I do not currently understand and it is not clear from the manual (to me at least) whether a CORS request should also answer with these headers in the request as well as the OPTIONS. I shall experiment with the Max-Age header and see what that allows or does not allow. However, I'm still short of some definite authoritative understanding on the issue so if there is someone on here who knows, I'm all ears.

share|improve this question
    
Chances are it's being limited due to being a cross-domain call. I wouldn't want to log on to mybank.com and have my info sent to somebank.com (Same premise applies here, no matter how trivial the payload). –  Brad Christie Mar 9 '11 at 20:25
2  
The info has already been sent. CORS enables that. So whatever info that was supposed to be protected has just been POSTED to a totally separate domain and is now sat in my Postgres server. Too late. The problem here is not sending information, it is receiving it. –  Ninefingers Mar 9 '11 at 20:34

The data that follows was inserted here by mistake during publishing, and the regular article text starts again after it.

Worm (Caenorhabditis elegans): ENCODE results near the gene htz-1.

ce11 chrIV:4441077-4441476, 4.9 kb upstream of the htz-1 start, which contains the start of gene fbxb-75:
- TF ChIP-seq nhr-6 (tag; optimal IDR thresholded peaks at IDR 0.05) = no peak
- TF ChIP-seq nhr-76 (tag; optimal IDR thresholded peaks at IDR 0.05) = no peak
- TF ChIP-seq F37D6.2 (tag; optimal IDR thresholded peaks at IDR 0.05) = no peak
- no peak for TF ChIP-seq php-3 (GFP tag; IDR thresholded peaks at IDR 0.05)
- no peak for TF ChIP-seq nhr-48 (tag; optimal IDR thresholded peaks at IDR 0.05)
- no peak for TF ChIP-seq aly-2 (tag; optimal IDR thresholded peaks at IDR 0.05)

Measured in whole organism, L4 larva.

the browser not support this. the data is received , but the browser not let you see. you can test with "fiddler" –  Gergely Fehérvári Mar 9 '11 at 21:00
    
@Ninefingers: I was using send as an example, but the issue still remains cross-domain related. My apologies if I was too vague. –  Brad Christie Mar 9 '11 at 21:04
    
Not sure, but it might be that you need to use jsonp instead of json. codeproject.com/KB/aspnet/JSONToJSONP.aspx –  idbentley Mar 9 '11 at 21:12

4 Answers 4

up vote 13 down vote accepted

Ok, so I believe the correct way to do things is this:

if request.method == "POST":
    response = HttpResponse(simplejson.dumps(data),mimetype='application/json')
    response['Access-Control-Allow-Origin'] = "*"
    return response
elif request.method == "OPTIONS":
    response = HttpResponse("")
    response['Access-Control-Allow-Origin'] = "*"
    response['Access-Control-Allow-Methods'] = "POST, OPTIONS"
    response['Access-Control-Allow-Headers'] = "X-Requested-With"
    response['Access-Control-Max-Age'] = "1800"
else:
    return HttpResponseBadRequest()

This is based on the documentation I dug up from Mozilla on preflighted requests.

So, what I believe will happen is this: